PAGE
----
Dissolved air flotation (DAF) of coagulated/flocculated water can be more effective than sedimentation for the removal of specific cyanobacteria with gas vacuoles that exhibit diurnal buoyancy patterns. Detailed reviews of DAF for cyanobacteria removal are found in Knappe et al. (2004), Teixeira and Rosa (2006a, 2007) , Teixera et al. (2010), Henderson et al. (2008) and Antoniou et al. (2014). Bench-scale testing conducted by Vlaski et al. (1996) demonstrated that when coagulation/flocculation processes were optimized and a low-dose coagulant aid was used, DAF achieved up to 99% removal of Microcystis aeruginosa cells. Similarly, Henderson et al. (2010) found that algal cells with varying morphology, including M. aeruginosa, were successfully removed (94–99%) using coagulation/flocculation and DAF. Teixeira et al. (2010) demonstrated that removals between 92% and 98% of both M. aeruginosa cells and Planktothrix rubescens filaments as well as intracellular microcystins could be achieved using DAF when coagulant doses were optimized for chlorophyll-a removal.
Microsand ballasted clarification processes have also been investigated for the removal of cyanobacterial cells. The microsand acts as a ballast, accelerating the settling of flocs; therefore, settling basins can be smaller than conventional sedimentation basins. Robinson and Fowler (2007) conducted pilot-scale testing of a microsand ballasted clarification process and found that 95% of cyanobacteria were removed following clarification. Jar tests conducted by Knappe et al. (2004) demonstrated that microsand-enhanced flocculation achieved the same removal (97–98%) of M. aeruginosa cells (50 000 cells/mL) spiked into lake water.
Filter operations have also been found to affect the passage of cyanobacteria into filtered water. Pilot testing conducted by Dugan and Williams (2006) demonstrated that increasing the hydraulic loading rate to the filters by 50% resulted in 1.6–48 times greater filter effluent chlorophyll-a concentrations, indicating the presence of more cyanobacteria in the filtered water. The chlorophyll-a peaks were also noted to be larger for tests conducted with M. aeruginosa than for Anabaena flos-aquae. The study also found that the chlorophyll-a concentration in filtered water was higher for an initial filter loading rate of 10 m/h compared with an initial filter loading rate of 7 m/h.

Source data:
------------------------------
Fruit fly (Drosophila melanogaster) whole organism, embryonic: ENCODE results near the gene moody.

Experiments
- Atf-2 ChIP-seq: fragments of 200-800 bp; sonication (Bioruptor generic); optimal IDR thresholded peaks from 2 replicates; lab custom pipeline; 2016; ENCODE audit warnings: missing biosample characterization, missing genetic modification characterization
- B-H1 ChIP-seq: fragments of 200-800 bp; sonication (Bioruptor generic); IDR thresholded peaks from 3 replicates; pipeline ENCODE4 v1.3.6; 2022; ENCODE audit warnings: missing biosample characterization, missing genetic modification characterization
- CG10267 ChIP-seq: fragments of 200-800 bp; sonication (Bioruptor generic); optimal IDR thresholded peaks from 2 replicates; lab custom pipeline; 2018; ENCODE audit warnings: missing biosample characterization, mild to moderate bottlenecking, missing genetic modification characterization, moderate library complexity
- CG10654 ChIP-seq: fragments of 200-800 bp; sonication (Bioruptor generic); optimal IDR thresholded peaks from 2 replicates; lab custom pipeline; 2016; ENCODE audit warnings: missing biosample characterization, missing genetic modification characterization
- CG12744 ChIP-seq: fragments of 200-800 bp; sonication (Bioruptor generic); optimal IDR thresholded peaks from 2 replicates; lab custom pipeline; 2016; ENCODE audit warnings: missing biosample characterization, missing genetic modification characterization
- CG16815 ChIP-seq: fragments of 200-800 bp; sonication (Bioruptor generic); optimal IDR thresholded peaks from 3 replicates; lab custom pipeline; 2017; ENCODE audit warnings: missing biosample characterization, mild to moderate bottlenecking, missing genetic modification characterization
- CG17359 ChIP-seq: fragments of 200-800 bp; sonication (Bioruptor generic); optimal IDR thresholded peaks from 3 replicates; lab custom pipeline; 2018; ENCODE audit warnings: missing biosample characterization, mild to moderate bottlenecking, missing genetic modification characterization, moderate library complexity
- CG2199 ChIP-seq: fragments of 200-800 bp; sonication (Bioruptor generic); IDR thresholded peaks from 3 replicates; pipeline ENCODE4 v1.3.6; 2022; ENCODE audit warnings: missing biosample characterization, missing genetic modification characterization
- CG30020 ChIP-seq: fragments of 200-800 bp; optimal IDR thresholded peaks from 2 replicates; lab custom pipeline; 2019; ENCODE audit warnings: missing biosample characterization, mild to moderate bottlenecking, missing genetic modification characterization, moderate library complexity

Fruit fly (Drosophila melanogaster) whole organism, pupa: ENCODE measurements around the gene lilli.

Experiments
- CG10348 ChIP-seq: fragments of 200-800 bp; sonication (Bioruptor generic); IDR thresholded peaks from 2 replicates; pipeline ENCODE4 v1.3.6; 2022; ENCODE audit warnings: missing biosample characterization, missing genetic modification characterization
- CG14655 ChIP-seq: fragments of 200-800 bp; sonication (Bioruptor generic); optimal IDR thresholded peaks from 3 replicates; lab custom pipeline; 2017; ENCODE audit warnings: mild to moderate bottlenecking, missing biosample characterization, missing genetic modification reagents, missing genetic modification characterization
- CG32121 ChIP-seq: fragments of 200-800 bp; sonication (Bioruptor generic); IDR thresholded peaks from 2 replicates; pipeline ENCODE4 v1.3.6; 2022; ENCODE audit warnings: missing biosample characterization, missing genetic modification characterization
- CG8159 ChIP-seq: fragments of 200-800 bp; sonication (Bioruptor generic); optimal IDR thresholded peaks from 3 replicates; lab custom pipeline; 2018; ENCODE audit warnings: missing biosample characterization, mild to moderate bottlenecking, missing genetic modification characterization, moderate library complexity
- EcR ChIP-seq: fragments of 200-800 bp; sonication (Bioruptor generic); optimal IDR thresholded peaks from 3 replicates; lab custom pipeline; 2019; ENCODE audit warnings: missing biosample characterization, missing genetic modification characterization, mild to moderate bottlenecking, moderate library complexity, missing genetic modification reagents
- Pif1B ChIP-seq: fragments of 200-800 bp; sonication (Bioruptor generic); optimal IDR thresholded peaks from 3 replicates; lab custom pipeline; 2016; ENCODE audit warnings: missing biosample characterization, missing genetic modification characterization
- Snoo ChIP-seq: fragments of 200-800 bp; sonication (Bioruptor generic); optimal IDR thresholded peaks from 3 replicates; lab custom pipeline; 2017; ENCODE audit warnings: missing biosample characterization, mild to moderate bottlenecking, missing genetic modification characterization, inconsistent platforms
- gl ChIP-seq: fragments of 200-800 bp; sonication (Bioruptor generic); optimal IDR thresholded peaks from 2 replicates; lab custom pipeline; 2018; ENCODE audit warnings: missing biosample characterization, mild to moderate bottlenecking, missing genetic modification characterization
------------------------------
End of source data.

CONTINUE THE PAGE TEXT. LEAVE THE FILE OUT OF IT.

Hoeger et al. (2004) conducted detailed monitoring of cyanobacterial cell removal in two full-scale drinking water treatment plants. During a period of high cyanobacterial (M. aeruginosa and A. circinalis) cell densities in the raw water (1.26 × 106 cells/mL) at one treatment plant, the efficiency of each treatment step for cell removal was investigated. Cells were reduced by 99% through coagulation, flocculation and sedimentation without differences between the cyanobacterial species. However, because of the high raw water cell counts, up to 12 400 cells/mL were still present in the clarified water. Rapid sand filtration removed the remaining 99% of A. circinalis and 85% of M. aeruginosa cells, resulting in an overall removal of greater than 99.9% for the conventional filtration process. However, the authors noted that more than 2000 cells/mL remained in the treated water, even with 99.9% removal, when high cell densities (2 × 106 cells/mL) were present in the raw water.
220.127.116.11 Intracellular and dissolved microcystin removal
In addition to the many studies discussed above that have examined specific aspects of cyanobacterial cell removal, there have also been multiple full-scale studies examining the removal of intracellular and dissolved microcystins using conventional filtration processes (Karner et al., 2001; Lahti et al., 2001; Tarczynska et al., 2001; Hoeger et al., 2004, 2005; Jurczak et al., 2005; Rapala et al., 2006; Bogialli et al., 2012). These studies have demonstrated that up to 99.9% of intracellular microcystins can be removed when conventional filtration processes are optimized. These studies also showed that source water concentrations of intracellular microcystins up to 10 µg/L can be effectively removed to below 0.5 µg/L using conventional filtration processes. Only low or negligible (< 0.2 µg/L) dissolved microcystin removal has been documented in full-scale applications (Jurczak et al., 2005). As with any contaminant, the removals achieved in these plants are site specific; however, they provide an indication of the potential achievability of microcystin removal in conventional filtration plants. Selected studies are discussed in greater detail below.